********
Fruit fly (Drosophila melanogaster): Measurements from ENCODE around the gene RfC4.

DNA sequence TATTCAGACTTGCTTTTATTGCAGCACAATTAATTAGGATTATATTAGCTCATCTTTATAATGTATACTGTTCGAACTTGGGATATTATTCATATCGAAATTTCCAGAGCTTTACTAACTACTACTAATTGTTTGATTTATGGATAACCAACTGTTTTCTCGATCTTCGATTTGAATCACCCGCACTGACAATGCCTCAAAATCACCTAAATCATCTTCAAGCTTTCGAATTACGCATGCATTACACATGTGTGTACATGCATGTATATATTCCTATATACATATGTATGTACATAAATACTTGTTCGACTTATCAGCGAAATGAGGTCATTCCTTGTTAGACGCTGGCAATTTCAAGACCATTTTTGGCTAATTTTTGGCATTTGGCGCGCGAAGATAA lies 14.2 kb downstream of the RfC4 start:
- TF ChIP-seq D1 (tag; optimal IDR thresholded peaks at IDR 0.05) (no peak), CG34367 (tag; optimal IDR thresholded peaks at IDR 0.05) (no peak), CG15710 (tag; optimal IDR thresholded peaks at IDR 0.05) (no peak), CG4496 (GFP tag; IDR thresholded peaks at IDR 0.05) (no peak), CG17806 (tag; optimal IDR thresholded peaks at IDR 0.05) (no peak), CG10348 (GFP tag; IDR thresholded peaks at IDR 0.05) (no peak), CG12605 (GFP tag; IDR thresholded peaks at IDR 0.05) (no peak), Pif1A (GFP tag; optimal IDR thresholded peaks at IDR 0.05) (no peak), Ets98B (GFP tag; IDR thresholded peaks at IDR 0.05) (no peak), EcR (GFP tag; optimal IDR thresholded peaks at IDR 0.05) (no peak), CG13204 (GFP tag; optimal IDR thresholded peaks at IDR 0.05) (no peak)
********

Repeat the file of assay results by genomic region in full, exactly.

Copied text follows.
Fruit fly (Drosophila melanogaster): Measurements from ENCODE around the gene RfC4.

DNA sequence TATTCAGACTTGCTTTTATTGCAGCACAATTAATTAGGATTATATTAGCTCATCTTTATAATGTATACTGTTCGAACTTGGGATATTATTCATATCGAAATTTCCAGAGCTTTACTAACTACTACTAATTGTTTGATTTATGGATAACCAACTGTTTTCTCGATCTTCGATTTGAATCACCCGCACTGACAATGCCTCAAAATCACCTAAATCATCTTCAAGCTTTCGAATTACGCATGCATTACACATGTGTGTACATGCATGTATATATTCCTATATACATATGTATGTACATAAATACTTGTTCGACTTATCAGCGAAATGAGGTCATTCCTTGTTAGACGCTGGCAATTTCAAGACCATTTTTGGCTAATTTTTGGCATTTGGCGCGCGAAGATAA lies 14.2 kb downstream of the RfC4 start:
- TF ChIP-seq D1 (tag; optimal IDR thresholded peaks at IDR 0.05) (no peak), CG34367 (tag; optimal IDR thresholded peaks at IDR 0.05) (no peak), CG15710 (tag; optimal IDR thresholded peaks at IDR 0.05) (no peak), CG4496 (GFP tag; IDR thresholded peaks at IDR 0.05) (no peak), CG17806 (tag; optimal IDR thresholded peaks at IDR 0.05) (no peak), CG10348 (GFP tag; IDR thresholded peaks at IDR 0.05) (no peak), CG12605 (GFP tag; IDR thresholded peaks at IDR 0.05) (no peak), Pif1A (GFP tag; optimal IDR thresholded peaks at IDR 0.05) (no peak), Ets98B (GFP tag; IDR thresholded peaks at IDR 0.05) (no peak), EcR (GFP tag; optimal IDR thresholded peaks at IDR 0.05) (no peak), CG13204 (GFP tag; optimal IDR thresholded peaks at IDR 0.05) (no peak)